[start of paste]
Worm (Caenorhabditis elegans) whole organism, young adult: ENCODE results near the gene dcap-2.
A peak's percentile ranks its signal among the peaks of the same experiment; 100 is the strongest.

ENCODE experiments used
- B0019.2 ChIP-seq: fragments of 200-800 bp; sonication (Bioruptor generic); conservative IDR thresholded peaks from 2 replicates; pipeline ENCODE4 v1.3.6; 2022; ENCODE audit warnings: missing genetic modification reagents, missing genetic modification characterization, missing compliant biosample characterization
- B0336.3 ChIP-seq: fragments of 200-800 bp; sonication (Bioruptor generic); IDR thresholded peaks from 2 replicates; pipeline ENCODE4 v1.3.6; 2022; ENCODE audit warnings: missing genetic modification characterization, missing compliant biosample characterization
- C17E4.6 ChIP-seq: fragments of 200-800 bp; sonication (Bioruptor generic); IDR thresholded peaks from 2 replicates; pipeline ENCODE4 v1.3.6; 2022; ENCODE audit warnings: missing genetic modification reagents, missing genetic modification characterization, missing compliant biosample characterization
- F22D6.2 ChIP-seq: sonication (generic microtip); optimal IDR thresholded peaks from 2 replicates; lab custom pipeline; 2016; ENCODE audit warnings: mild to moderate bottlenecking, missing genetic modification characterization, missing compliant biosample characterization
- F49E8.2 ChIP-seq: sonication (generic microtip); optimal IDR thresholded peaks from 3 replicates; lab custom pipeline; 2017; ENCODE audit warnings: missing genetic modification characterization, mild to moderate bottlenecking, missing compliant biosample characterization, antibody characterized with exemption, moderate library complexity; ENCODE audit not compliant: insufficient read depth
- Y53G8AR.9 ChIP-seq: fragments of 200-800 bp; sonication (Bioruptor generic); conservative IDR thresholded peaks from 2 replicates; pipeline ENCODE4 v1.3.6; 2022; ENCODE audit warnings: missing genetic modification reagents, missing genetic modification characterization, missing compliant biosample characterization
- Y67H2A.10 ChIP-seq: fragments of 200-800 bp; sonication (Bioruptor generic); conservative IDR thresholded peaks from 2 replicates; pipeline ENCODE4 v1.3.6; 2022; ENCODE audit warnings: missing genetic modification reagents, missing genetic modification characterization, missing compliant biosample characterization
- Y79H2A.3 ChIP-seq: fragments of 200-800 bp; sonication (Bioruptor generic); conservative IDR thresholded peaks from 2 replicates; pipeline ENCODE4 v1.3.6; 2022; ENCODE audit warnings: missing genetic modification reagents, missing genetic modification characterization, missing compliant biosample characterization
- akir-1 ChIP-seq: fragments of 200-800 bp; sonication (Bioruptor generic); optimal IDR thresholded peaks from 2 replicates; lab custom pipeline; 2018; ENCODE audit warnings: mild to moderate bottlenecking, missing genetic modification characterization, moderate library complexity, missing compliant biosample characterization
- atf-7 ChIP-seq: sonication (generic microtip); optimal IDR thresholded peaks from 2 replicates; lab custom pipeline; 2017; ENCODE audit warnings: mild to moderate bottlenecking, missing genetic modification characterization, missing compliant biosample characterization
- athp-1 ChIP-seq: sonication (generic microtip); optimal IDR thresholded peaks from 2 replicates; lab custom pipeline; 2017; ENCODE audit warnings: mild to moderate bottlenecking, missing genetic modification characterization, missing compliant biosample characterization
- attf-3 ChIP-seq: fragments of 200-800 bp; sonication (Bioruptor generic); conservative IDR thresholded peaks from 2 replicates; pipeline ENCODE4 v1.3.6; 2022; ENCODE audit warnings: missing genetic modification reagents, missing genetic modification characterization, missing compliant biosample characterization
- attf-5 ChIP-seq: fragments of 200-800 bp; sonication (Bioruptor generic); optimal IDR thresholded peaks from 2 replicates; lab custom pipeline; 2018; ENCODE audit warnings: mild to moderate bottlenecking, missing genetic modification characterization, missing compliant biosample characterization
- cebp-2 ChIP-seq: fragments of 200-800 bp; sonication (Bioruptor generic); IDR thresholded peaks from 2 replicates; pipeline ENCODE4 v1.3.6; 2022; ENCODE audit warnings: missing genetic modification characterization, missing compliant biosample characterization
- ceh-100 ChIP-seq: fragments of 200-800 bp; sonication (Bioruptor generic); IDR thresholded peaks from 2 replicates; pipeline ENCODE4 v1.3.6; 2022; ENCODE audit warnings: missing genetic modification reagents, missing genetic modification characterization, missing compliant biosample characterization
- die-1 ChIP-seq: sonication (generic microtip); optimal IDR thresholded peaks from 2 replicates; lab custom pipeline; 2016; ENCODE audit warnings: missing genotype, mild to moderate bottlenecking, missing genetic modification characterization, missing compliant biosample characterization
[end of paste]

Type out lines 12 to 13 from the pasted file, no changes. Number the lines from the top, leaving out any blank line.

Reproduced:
- akir-1 ChIP-seq: fragments of 200-800 bp; sonication (Bioruptor generic); optimal IDR thresholded peaks from 2 replicates; lab custom pipeline; 2018; ENCODE audit warnings: mild to moderate bottlenecking, missing genetic modification characterization, moderate library complexity, missing compliant biosample characterization
- atf-7 ChIP-seq: sonication (generic microtip); optimal IDR thresholded peaks from 2 replicates; lab custom pipeline; 2017; ENCODE audit warnings: mild to moderate bottlenecking, missing genetic modification characterization, missing compliant biosample characterization